Cyberbullying

You can help prevent it

What Is Cyberbullying?

Cyberbullying is bullying through the use of technology such as cell phones, computers, tablets, social media sites, text messages, chat, and websites.

Examples of Cyberbullying

Cyberbullying can include mean text messages or emails, rumors spread through messaging or on social media, or embarrassing photos, videos, websites, or fake profiles.

Three Differences Between Cyberbullying and Bullying

Cyberbullying can be anonymous and distributes quickly to a large audience. Cyberbullying can happen any time, even when the kid is alone. Deleting inappropriate or harassing messages, texts, and pictures is difficult once they've been posted or sent. Bullying has none of these difficulties.

Effects of Cyberbullying

Kids who are cyberbullied may use alcohol and/or drugs, skip school, receive poor grades, have lower self-esteem, and have more health problems. Some may even go as far as self harm, or even suicide.

Prevention and Awareness

You should always know what sites your kids are visiting, and ask them where their going, what they're doing, and who their doing it with. Tell you child that, as a responsible adult, you may review their online activities if necessary. Ask them for their passwords, and make it known that you'll only use them if there's an emergency. Ask a friend or another trusted adult to follow your child and monitor their behavior. Encourage you kids to tell an adult if them or someone they know is being cyberbuillied, and explain that you wont take away their device if they do.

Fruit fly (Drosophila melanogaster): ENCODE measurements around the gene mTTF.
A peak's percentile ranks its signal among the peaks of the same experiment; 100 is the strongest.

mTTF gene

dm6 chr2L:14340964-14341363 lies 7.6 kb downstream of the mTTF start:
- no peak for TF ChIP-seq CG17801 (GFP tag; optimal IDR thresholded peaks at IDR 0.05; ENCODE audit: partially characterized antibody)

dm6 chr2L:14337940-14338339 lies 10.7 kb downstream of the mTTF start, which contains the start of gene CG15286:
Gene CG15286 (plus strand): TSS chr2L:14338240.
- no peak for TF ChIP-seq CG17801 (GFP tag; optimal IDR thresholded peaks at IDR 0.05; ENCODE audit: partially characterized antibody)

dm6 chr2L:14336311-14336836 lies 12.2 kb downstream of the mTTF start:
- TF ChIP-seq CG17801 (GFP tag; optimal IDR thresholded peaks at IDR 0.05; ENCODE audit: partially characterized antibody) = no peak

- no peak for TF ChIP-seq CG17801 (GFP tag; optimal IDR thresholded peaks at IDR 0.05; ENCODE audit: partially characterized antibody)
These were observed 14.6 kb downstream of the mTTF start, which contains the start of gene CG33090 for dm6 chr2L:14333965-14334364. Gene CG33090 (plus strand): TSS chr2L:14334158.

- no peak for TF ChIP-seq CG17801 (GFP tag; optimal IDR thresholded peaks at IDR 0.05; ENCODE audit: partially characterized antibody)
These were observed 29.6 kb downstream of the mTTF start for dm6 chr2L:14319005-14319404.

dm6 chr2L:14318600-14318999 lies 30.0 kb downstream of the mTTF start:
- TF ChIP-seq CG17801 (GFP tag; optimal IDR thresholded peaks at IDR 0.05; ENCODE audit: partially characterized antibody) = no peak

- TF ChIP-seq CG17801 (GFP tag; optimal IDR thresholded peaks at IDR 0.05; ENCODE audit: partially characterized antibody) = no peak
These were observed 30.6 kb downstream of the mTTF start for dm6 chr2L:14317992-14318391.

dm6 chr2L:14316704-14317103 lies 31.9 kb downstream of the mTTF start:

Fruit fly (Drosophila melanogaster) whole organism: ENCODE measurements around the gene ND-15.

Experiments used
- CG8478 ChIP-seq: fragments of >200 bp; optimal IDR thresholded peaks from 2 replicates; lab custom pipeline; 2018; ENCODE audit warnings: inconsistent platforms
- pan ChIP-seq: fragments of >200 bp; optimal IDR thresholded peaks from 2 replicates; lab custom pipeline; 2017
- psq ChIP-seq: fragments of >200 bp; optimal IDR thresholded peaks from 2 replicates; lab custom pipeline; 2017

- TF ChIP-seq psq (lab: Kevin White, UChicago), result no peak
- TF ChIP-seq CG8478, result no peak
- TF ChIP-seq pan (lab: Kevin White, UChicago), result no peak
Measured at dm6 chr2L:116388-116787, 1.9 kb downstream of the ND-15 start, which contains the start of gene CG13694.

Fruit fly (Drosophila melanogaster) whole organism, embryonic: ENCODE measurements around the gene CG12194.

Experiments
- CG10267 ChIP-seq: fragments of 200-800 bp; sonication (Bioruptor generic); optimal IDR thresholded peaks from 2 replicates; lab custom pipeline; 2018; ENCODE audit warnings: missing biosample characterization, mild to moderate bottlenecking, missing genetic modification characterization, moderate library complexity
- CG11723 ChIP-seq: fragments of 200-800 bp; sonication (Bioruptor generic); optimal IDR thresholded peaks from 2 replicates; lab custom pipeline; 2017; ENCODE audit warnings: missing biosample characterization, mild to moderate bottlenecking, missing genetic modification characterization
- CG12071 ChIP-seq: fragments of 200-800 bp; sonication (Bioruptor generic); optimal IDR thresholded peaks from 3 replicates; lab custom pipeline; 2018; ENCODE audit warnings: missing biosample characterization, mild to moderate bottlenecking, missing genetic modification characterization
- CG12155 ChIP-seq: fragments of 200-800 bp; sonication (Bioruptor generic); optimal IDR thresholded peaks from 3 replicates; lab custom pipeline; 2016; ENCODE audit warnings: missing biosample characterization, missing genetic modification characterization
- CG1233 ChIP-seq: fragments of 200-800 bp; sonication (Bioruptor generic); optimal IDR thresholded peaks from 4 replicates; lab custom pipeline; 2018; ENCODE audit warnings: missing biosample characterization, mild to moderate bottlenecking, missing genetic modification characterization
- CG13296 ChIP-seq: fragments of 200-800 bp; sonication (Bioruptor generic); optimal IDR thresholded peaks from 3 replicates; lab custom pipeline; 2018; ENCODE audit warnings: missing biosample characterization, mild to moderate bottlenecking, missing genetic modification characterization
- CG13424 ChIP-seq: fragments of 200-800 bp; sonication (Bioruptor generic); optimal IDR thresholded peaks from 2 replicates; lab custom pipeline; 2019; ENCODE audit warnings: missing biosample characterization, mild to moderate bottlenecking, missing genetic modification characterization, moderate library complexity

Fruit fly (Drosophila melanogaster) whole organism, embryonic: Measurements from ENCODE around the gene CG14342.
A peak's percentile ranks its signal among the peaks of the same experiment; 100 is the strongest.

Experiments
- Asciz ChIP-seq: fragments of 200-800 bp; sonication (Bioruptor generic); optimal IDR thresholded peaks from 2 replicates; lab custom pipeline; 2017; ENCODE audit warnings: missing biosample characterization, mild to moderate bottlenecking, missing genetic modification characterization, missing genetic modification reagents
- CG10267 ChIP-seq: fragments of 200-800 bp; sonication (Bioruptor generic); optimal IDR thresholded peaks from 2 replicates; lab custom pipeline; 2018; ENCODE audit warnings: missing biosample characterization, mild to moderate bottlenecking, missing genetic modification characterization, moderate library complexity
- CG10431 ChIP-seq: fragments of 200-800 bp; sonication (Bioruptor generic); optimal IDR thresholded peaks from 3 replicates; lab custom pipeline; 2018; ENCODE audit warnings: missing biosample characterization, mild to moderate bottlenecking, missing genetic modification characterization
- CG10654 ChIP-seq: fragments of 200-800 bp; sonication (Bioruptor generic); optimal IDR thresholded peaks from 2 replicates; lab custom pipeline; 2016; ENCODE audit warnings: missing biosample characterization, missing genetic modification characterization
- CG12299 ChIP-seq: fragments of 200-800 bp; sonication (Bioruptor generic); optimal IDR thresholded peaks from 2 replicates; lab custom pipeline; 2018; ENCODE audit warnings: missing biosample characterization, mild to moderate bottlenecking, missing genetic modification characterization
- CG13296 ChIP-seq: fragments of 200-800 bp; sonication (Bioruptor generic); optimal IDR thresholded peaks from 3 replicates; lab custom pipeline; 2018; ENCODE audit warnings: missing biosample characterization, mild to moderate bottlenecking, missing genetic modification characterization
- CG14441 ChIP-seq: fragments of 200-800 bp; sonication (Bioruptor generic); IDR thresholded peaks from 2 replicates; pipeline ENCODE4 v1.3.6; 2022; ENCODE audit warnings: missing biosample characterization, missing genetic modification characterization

Establishing Rules

Be clear about what sites your child can visit, and what they can do online. Help them be smart about they post or say, and encourage them to avoid posting embarrassing or hurtful content about themselves or others. Tell them to keep their passwords safe, and to not even share with friends.

Reporting a Cyberbully

Don't respond to or forward cyberbully messages. Keep the evidence of cyberbullying. Record dates and times, save and print screenshots, emails, and text messages. Use this to report cyberbullies to web and cell phone service provides. Block the person who is cyberbullying you.

Report to Your Online Service Provider

Review their terms and conditions. These will explain what content is allowed and what isn't. Visit social media safety centers to learn how to block users and control who can contact you.

Report to Your Local Law Enforcement

You should go to the police when cyberbullying includes threats of violence, child pornography or sexually explicit messages or photos, or stalking and hate crimes.

Report to Your School

Your school can help to inform prevention and response strategies. Some schools may also include cyberbullying in their anti-bullying polices, or cover off-campus behavior that includes a hostile school environment.